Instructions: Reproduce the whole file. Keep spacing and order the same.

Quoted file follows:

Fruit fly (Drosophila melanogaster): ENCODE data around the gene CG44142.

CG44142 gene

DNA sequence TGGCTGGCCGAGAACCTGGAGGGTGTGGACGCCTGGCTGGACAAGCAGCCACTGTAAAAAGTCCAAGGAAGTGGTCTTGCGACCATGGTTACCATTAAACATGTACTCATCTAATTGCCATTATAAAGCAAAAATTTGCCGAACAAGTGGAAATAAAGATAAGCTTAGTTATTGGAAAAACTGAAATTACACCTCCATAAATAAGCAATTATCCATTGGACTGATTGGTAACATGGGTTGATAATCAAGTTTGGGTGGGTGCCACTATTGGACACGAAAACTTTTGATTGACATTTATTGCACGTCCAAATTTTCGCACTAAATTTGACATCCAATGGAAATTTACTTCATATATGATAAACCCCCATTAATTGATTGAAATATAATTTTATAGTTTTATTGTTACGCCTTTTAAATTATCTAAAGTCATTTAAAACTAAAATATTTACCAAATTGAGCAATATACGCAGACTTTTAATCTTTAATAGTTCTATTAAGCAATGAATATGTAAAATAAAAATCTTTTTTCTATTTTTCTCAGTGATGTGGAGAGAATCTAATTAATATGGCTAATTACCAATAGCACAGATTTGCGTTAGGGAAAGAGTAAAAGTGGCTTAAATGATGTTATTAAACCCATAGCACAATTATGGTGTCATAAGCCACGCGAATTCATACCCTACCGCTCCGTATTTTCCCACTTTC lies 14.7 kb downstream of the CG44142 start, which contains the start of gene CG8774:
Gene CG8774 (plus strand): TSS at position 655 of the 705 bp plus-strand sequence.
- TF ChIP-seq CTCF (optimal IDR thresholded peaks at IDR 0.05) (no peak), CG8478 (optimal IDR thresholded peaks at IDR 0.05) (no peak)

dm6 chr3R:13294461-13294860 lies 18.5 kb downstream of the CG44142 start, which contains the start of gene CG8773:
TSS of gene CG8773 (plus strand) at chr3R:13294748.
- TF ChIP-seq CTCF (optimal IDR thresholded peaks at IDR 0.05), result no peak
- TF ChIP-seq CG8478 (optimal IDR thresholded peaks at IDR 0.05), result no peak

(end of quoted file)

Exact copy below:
Fruit fly (Drosophila melanogaster): ENCODE data around the gene CG44142.

CG44142 gene

DNA sequence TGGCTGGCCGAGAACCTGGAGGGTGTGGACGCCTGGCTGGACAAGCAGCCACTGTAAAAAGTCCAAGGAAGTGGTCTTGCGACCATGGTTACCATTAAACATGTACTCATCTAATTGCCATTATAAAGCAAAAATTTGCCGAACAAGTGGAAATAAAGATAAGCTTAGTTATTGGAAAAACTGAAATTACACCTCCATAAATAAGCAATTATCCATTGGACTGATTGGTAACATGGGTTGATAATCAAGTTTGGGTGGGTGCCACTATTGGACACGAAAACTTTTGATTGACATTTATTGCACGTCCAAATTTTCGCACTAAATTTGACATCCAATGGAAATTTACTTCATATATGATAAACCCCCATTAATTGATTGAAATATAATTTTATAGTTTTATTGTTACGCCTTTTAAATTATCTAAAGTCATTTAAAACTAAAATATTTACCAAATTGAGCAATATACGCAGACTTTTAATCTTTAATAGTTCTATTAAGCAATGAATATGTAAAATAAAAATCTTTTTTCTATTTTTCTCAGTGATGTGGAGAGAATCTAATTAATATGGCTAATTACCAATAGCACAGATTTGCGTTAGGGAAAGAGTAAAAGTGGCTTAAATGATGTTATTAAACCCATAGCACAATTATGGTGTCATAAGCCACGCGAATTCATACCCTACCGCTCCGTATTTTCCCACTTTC lies 14.7 kb downstream of the CG44142 start, which contains the start of gene CG8774:
Gene CG8774 (plus strand): TSS at position 655 of the 705 bp plus-strand sequence.
- TF ChIP-seq CTCF (optimal IDR thresholded peaks at IDR 0.05) (no peak), CG8478 (optimal IDR thresholded peaks at IDR 0.05) (no peak)

dm6 chr3R:13294461-13294860 lies 18.5 kb downstream of the CG44142 start, which contains the start of gene CG8773:
TSS of gene CG8773 (plus strand) at chr3R:13294748.
- TF ChIP-seq CTCF (optimal IDR thresholded peaks at IDR 0.05), result no peak
- TF ChIP-seq CG8478 (optimal IDR thresholded peaks at IDR 0.05), result no peak